We dined, lightly but excellently. We avoided coffee and we retired at nine o'clock. By half-past one we were awakened by a knock at the door. At five to two we found our things stowed away in a comfortable taxicab and we lumbered off to the docks. Our man knew everything he had to do. He brought in our bags, arranged them on a hard bench which completely encircled the inside of a huge barn-like building, unheated except by one small stove and with at least three wide-open doors leading out into black tunnel-like vacancy. He gave us to understand in halting French that he should arrange with someone to tell him if we got off, we paid him his full fare in case we did—and something in the shape of a pourboire. He wished us good fortune and withdrew to mix with a crowd of other porters and taxicab men. I then, following out instructions, deposited our passports with the departure officer.

"Any chance of getting off tonight?" I asked wistfully.

"Very doubtful," he answered. "I don't think that we have reached your names yet, but in any case there is a strong wind blowing outside and a lot of rain. It depends upon the tide and the news we get from the other side."

Well, we passed two hours and a half somehow or other. A funny little man, who seemed to speak every language under the sun and was wearing a nondescript naval uniform, prepared tea and coffee in a sheltered corner which he handed around.

"No charge," he explained, when I asked him the price, having pounced upon the tea. "Just what Monsieur cares to give."

So we had two cups of tea for the maid and myself and a cup of coffee for Madame. "What Monsieur cared to give" was, I gathered, satisfactory, as the tea was waiting for us with a double allowance of sugar the next morning as soon as we entered the place.

We talked and dozed until a quarter to six. Then we were brought to attention by the shuffling of feet and the sound of many voices. People were standing up, gathering together their luggage, and the naval gentleman with his list in his hand was coming round.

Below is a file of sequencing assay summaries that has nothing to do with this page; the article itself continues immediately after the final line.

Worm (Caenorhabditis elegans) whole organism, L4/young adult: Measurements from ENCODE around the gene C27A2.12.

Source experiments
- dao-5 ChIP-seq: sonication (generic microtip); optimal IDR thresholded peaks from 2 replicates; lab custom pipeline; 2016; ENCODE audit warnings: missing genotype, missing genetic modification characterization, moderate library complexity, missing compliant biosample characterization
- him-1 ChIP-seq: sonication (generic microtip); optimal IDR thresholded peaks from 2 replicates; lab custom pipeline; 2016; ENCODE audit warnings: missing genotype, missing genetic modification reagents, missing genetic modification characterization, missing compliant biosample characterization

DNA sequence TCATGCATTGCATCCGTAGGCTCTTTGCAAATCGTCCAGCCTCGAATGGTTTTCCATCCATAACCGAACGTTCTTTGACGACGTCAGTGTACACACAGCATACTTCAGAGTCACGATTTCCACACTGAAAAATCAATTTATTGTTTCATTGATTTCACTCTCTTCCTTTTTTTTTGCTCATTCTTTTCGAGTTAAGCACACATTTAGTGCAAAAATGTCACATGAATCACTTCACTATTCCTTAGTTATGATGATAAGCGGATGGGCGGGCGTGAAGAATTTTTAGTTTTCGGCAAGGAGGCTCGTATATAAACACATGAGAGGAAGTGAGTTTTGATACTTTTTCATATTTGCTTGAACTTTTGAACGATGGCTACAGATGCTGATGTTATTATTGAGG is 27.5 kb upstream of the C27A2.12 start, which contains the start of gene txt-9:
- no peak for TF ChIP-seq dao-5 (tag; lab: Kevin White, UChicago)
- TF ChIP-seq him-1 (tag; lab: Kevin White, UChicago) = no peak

"No boat will leave tonight," he announced to us as he handed back our passports. "Conditions outside are impossible."

Our taxicab driver was there before we reached the door. We were driven back to the hotel, dry and comfortable, but I was disposed to be morose. Elsie, as usual, was better-tempered in adversity.

"We couldn't expect to get away the first night," she said. "It would have been a miracle. And Phillips, look at the rain!"

I looked out of the window and with a sigh of resignation I decided that we were probably as well off where we were.

The second and third nights were practically repetitions of the first. On the fourth we waited until nearly seven o'clock, as we heard a rumour that one small party of Americans had an urgency claim as well as 'priority.' They got away, but the departure officer would have nothing to say to any of the rest of us. Back we went to the hotel, despondent and miserable.

On the fifth night came the miracle. We were seated about four o'clock in the morning in a semi-comatose state, muffled up in every possible wrap. An icy wind was blowing through the place and the rain itself was sweeping up the open galleries. Most of the space in front of the single stove was taken up by a party of very expensively dressed Brazilians—at least we were told that was their nationality. There were four children, two nurses, a maid, a manservant, a young man and his wife. Hating them like poison, we saw the departure officer come down to them, salute and point down one of the galleries. They made a great fuss about collecting their belongings and servants, but at last they started off. The only consolation left for us was to take their places round the fire, which we promptly did. We heard with dull apathy from the man in charge of the tea and coffee that they were of the great world, the woman a duchess by virtue of her marriage to the dark, sallow man who was of the Spanish nobility. They were rich enough, we were told, to have travelled in a 'plane of their own. We hated them so much that we sent the man away to get more tea to avoid hearing stories of their wealth and estates. We were seated there, grouped in misery, when we heard a sudden outburst of angry voices, shrill cries of abuse in French and English, and wild peals of childish lamentation. The whole party reappeared; they were dripping with wet, Madame had lost the silk scarf tied around her head, two of the children had lost their hats, the young man was ghastly with fury. They found the departure officer, who had the appearance of being a somewhat haughty official, and they commenced to belabour him with abuse. I think for the first time in that building we permitted ourselves to smile. We felt somehow that we were getting a little of our own back. And then suddenly the unexpected, joyous happening arrived. Madame la Duchesse, as her maid called her, apparently said one word too much. The departure officer, who had been all courtesy for some few minutes, turned his back upon the whole party and he strode up to where we were cowering over the stove.

"Monsieur Phillips Oppenheim," he said, addressing me.